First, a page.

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Nonprofit Teaching Hospitals Subject to Income Tax on Fees from Third-Party Vendors

(Parker Tax Publishing January 2018)

The Tax Court held that fees received by a nonprofit membership organization, whose members consist primarily of teaching hospitals operating in New Jersey, under contracts with third parties were not excluded from unrelated business taxable income as either (1) royalties under Code Sec. 512(b)(2), or (2) amounts received in a trade or business carried on primarily for the convenience of the organization's members under Code Sec. 513(a)(2). New Jersey Council of Teaching Hospitals v. Comm'r, 149 T.C. No. 22 (2017).

Those revenues, the court said, were derived from an unrelated trade or business that the nonprofit regularly carried on and thus constituted unrelated business taxable income subject to the unrelated business income tax.

The New Jersey Council of Teaching Hospitals (NJCTH) is a membership organization whose members consist primarily of teaching hospitals operating in New Jersey. It is a tax-exempt charitable organization under Code Sec. 501(c)(3) whose exempt purposes include promoting health care and medical education. During its calendar tax years 2004-2007, NJCTH contracted with third-party vendors to provide its members (hospitals and a medical school) access to debt-collection services and group purchasing programs. NJCTH received fees from the vendors in exchange for administering these programs and promoting the programs to its members.

On its Forms 990, Return of Organization Exempt From Income Tax, NJCTH treated all of these receipts as "substantially related" to the conduct of its tax-exempt purposes, and thus as exempt from federal income tax. The IRS audited NJCTH's returns and determined that the fees it received from the third-party vendors constituted unrelated business taxable income (UBTI) subject to unrelated business income tax (UBIT) under Code Sec. 511(a)(1) and Code Sec. 512(a).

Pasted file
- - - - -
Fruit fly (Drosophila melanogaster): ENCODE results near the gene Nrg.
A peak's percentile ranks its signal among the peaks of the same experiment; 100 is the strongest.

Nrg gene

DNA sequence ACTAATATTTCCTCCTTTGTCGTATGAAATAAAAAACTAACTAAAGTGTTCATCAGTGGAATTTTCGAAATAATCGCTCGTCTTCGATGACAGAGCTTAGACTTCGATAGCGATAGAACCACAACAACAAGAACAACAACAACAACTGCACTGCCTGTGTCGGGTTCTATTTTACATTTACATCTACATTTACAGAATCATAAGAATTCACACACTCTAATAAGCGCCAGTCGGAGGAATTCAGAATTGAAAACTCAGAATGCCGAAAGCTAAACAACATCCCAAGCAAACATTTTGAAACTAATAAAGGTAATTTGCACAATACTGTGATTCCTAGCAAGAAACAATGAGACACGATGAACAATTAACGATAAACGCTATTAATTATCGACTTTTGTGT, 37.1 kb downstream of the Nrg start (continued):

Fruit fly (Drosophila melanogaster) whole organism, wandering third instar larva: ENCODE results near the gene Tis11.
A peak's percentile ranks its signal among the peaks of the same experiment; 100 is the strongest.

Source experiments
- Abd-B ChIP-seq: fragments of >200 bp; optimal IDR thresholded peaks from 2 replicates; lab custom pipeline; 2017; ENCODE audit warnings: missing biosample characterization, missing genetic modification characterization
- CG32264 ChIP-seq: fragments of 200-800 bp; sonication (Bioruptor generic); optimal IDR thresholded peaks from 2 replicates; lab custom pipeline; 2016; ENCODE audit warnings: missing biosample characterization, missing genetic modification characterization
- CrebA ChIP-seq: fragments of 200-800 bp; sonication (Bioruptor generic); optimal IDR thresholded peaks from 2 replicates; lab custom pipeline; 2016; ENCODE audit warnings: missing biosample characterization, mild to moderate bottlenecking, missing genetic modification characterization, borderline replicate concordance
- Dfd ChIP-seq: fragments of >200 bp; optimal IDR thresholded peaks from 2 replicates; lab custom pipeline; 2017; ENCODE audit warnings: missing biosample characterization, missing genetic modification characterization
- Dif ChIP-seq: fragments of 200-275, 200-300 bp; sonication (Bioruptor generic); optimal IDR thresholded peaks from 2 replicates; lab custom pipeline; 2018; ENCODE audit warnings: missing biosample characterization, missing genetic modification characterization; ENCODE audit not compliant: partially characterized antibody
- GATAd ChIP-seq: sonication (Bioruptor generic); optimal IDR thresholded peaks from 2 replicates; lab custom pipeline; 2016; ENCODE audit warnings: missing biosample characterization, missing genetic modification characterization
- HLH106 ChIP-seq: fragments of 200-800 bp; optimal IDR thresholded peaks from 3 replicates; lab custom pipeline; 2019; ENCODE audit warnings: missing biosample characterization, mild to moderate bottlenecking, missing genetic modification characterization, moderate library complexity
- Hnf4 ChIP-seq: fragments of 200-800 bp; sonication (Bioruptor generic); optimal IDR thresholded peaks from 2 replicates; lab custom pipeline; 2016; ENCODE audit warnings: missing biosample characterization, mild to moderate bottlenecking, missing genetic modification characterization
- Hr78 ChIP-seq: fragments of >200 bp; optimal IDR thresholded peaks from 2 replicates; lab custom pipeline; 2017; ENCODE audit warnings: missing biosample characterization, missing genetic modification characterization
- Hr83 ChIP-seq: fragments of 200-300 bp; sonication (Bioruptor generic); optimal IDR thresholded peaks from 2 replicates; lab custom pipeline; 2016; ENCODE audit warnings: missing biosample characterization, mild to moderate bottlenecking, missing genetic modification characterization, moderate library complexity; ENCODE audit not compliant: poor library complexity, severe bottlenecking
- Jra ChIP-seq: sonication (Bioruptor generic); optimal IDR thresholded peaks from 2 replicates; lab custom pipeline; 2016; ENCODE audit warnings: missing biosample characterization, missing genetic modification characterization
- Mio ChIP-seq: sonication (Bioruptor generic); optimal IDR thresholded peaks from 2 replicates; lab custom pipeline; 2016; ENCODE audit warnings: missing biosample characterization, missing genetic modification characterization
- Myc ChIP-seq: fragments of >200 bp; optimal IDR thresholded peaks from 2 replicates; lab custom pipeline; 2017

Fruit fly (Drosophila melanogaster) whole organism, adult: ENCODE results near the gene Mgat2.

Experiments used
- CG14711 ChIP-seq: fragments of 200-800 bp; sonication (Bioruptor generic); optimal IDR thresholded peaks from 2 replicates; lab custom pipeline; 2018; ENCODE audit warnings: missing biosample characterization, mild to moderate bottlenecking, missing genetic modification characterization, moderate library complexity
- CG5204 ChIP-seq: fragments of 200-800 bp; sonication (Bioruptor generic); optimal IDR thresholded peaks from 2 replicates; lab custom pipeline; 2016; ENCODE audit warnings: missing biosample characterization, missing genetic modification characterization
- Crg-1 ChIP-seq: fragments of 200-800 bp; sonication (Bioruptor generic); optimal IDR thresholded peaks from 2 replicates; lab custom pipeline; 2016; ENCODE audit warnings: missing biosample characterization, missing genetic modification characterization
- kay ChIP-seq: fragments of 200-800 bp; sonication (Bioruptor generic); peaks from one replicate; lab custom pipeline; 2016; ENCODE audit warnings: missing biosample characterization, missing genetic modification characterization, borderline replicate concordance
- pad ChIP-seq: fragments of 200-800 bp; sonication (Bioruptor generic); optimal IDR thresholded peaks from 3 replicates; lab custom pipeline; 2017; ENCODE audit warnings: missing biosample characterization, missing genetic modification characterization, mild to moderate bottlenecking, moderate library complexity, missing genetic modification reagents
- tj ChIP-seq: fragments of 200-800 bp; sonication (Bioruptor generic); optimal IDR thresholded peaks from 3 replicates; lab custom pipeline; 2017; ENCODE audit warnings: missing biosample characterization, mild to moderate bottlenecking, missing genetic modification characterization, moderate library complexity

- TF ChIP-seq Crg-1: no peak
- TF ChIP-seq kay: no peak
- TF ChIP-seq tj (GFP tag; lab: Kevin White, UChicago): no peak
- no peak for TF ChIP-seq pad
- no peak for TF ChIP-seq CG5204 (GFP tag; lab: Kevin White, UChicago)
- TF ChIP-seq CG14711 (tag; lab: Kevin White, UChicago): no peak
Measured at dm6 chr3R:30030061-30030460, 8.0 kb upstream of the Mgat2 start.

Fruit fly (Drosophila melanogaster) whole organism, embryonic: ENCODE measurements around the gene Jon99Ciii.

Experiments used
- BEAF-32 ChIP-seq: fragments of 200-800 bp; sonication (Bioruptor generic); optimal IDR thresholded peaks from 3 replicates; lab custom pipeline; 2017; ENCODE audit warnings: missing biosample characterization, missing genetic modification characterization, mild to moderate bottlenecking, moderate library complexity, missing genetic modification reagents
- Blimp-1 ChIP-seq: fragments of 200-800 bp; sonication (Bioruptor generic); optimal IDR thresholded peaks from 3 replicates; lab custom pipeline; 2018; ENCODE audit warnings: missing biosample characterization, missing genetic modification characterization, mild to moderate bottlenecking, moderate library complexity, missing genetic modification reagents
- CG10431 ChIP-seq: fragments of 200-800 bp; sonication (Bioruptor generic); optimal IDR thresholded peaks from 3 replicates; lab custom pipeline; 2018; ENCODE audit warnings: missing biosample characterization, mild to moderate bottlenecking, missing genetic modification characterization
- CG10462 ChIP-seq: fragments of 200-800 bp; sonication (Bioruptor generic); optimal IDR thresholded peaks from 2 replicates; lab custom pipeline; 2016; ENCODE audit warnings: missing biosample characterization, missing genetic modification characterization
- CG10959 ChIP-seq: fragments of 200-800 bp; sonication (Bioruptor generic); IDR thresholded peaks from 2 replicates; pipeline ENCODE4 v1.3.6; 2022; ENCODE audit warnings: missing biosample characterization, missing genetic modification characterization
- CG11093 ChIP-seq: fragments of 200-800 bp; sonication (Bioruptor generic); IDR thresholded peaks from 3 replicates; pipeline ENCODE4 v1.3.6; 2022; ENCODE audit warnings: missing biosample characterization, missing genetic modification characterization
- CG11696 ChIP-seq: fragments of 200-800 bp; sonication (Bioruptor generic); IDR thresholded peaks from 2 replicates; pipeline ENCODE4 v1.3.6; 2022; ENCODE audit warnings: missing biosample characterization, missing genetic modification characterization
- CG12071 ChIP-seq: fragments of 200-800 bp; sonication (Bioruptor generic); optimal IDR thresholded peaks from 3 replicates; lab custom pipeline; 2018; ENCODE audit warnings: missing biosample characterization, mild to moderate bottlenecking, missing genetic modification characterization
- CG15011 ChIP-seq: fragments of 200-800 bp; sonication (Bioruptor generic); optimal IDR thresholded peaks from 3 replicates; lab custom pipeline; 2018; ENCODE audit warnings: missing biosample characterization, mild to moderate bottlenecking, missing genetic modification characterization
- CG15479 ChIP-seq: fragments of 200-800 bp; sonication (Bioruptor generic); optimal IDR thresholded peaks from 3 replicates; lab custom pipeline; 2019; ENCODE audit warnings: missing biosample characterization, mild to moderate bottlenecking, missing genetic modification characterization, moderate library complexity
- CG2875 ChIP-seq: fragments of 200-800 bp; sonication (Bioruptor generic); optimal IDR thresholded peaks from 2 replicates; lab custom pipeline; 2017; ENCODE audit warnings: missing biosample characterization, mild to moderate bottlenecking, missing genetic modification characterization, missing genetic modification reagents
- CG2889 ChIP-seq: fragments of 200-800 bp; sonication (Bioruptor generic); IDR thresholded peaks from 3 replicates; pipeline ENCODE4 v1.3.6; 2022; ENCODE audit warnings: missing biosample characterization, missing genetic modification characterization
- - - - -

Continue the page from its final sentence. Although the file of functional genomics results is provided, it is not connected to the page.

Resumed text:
In reaching these determinations, the IRS rejected NJCTH's reliance on Code Sec. 513(a)(2), which provides that an unrelated trade or business does not include an activity which is carried on by the organization primarily for the convenience of its members. NJCTH's efforts to secure economic benefits due to bulk marketing, the IRS said, did not constitute an activity under taken primarily for its members' convenience. The IRS likewise rejected NJCTH's reliance on Code Sec. 512(b)(2), which excludes royalties from UBIT. In the IRS's view, the third-party vendors were paying fees to NJCTH, not for the use of its intangible property, but for its services in endorsing, marketing, and administering those programs. The IRS concluded that a charity's need for revenues to accomplish its charitable mission does not make a questioned activity related to its exempt purposes.

The Tax Court agreed with the IRS and held that the fees NJCTH received from the third-party vendors represented payments for services and thus did not constitute "royalties" within the meaning of Code Sec. 512(b)(2). The court noted that, while the term "royalties" is not defined in the Code or regulations, case law has defined the term as "payments for the right to use intangible property" and NJCTH did not receive fees from the vendors for the use of intangible property. The Tax Court also held that the business activities that gave rise to the fees NJCTH received from the third-party vendors were not carried on primarily for the convenience of its members within the meaning of Code Sec. 513(a)(2). The court concluded that, given the inapplicability of the exclusions in Code Sec. 512(b)(2) and Code Sec. 513(a)(2), the fees NJCTH received from the third-party vendors were subject to UBIT because they were derived from an unrelated trade or business that NJCTH regularly carried on.

For a discussion of the unrelated business income tax, see Parker Tax ¶66,100.

Disclaimer: This publication does not, and is not intended to, provide legal, tax or accounting advice, and readers should consult their tax advisors concerning the application of tax laws to their particular situations. This analysis is not tax advice and is not intended or written to be used, and cannot be used, for purposes of avoiding tax penalties that may be imposed on any taxpayer. The information contained herein is general in nature and based on authorities that are subject to change. Parker Tax Publishing guarantees neither the accuracy nor completeness of any information and is not responsible for any errors or omissions, or for results obtained by others as a result of reliance upon such information. Parker Tax Publishing assumes no obligation to inform the reader of any changes in tax laws or other factors that could affect information contained herein.

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